We read and hear so much about the ‘rules’ of street photography, and it’s easy to fall into the trap of blindly accepting them and conforming to what seems to becoming a norm. But hold on. Is this really the right way to go?

Sometimes, I think the ‘rules’ are a bit of a cop-out, an easy way for just about anyone (often without much in the way of real skills, experience or training) to run street photography workshops. These rules are the mantra of many an aspiring street photographer: ‘get in close’, ‘be invisible’, ‘never crop’, ‘never shoot from the hip’ . . . and so on.

Sure, there is logic to some of these methods, but to punt them out as hard and fast rules is, in my view, just wrong. Look at the work of Maier, Cartier-Bresson, Moriyama, Capa, et al: these were not the sort of people to let a ‘rule’ get in the way of a good shot, or stifle their artistic freedom. When considered more as ‘guidelines’, some of these rules do, of course, make sense. But don’t feel constrained by them. It’s your picture, you’re the artist and you should use whatever means at your disposal to get the picture.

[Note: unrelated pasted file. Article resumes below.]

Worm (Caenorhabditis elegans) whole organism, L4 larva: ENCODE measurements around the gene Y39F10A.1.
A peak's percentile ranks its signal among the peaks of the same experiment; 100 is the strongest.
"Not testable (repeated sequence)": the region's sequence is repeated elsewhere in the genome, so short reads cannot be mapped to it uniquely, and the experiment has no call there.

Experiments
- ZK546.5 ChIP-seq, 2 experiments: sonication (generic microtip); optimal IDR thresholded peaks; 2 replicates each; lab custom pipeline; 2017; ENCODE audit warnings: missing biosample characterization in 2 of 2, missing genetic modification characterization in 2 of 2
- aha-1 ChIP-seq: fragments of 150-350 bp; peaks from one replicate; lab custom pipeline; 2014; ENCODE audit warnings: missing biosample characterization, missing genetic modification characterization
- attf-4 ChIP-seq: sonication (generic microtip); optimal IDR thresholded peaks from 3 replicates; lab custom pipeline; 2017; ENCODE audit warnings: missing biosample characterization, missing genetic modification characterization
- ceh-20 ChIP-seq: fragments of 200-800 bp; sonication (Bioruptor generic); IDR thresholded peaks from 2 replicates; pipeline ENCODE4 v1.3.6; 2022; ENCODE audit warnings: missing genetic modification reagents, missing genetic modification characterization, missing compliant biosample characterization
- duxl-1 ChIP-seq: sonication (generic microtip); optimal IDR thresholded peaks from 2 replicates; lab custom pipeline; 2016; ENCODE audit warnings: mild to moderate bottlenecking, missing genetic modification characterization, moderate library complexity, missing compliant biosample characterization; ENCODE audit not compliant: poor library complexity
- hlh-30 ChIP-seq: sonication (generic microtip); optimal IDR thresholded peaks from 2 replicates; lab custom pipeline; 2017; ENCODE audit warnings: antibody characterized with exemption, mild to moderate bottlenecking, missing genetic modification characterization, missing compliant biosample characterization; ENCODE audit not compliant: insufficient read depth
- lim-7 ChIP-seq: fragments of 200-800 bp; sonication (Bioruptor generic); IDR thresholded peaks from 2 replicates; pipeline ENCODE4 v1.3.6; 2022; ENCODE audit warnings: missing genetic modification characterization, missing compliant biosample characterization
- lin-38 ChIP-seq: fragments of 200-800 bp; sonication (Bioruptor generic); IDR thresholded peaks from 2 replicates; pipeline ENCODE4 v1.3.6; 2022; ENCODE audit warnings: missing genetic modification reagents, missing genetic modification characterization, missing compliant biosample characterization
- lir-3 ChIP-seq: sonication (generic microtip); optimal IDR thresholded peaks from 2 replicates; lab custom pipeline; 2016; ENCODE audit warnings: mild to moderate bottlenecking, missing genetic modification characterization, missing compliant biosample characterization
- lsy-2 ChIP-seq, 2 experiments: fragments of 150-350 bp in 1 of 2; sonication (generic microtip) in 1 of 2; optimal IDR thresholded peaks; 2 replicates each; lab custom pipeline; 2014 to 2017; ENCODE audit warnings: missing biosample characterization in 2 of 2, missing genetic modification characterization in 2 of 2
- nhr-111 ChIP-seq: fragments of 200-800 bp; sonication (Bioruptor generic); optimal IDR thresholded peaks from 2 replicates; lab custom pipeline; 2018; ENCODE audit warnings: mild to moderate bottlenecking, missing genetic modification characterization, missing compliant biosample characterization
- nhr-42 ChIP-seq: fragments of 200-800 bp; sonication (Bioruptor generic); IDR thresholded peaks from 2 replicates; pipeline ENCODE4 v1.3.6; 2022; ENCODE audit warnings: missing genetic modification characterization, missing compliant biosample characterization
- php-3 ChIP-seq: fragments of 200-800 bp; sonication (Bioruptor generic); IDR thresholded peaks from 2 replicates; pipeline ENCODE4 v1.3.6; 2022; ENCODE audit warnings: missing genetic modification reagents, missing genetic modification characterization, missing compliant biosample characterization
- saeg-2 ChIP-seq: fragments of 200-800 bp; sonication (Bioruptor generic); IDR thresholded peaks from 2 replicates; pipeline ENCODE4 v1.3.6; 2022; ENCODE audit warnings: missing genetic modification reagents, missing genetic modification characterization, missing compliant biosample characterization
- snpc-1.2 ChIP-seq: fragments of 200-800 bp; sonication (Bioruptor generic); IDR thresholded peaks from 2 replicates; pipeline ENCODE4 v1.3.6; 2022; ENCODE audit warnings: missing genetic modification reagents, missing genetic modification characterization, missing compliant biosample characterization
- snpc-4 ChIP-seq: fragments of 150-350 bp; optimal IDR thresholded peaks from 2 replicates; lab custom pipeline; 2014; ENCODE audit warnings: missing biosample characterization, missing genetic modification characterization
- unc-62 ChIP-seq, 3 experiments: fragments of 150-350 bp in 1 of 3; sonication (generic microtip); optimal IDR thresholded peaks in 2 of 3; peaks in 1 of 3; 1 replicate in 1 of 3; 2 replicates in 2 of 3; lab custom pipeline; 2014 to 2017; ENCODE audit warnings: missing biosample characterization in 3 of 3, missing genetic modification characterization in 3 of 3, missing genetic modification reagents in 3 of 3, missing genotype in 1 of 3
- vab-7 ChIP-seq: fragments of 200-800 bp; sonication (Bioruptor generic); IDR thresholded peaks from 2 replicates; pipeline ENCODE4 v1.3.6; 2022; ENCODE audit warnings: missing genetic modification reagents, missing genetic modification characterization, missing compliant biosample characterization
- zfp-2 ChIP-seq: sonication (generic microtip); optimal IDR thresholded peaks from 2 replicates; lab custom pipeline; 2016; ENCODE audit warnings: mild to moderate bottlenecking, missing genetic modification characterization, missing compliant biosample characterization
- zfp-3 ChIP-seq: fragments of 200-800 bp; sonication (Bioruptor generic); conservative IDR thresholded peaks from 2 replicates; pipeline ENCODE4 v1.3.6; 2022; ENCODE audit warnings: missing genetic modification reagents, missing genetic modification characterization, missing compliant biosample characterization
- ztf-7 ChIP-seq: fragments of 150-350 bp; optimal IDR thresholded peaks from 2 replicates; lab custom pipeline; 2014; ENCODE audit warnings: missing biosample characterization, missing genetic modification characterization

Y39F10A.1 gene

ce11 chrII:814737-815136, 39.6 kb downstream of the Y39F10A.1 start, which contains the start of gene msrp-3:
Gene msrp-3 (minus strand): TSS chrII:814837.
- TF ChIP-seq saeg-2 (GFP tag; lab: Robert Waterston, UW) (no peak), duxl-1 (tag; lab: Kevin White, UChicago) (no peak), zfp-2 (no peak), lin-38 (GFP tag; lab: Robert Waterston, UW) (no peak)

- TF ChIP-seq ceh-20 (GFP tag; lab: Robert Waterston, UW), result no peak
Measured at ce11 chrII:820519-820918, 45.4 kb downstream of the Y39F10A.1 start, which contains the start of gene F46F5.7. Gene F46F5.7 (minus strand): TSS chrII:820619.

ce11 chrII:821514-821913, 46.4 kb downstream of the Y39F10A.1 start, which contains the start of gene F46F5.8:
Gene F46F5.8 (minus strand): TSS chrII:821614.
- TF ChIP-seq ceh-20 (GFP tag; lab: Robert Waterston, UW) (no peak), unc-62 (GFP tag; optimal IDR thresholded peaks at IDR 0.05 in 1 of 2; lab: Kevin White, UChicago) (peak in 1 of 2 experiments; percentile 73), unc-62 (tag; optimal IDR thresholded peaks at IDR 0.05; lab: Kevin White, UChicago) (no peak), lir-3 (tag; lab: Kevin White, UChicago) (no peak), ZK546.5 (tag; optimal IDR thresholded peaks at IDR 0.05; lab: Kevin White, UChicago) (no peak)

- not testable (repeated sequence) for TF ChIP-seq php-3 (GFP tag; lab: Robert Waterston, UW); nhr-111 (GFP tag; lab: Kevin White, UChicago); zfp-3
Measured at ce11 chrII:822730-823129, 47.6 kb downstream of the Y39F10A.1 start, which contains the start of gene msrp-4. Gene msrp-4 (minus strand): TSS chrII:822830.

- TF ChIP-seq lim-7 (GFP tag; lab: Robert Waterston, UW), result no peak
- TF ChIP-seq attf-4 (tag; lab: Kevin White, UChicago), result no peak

The more I shoot, the more I learn. And the more I learn, the more I feel that the street photography rules are there to be broken – or at least challenged.

10 TIPS TO IMPROVE YOUR STREET PHOTOGRAPHY

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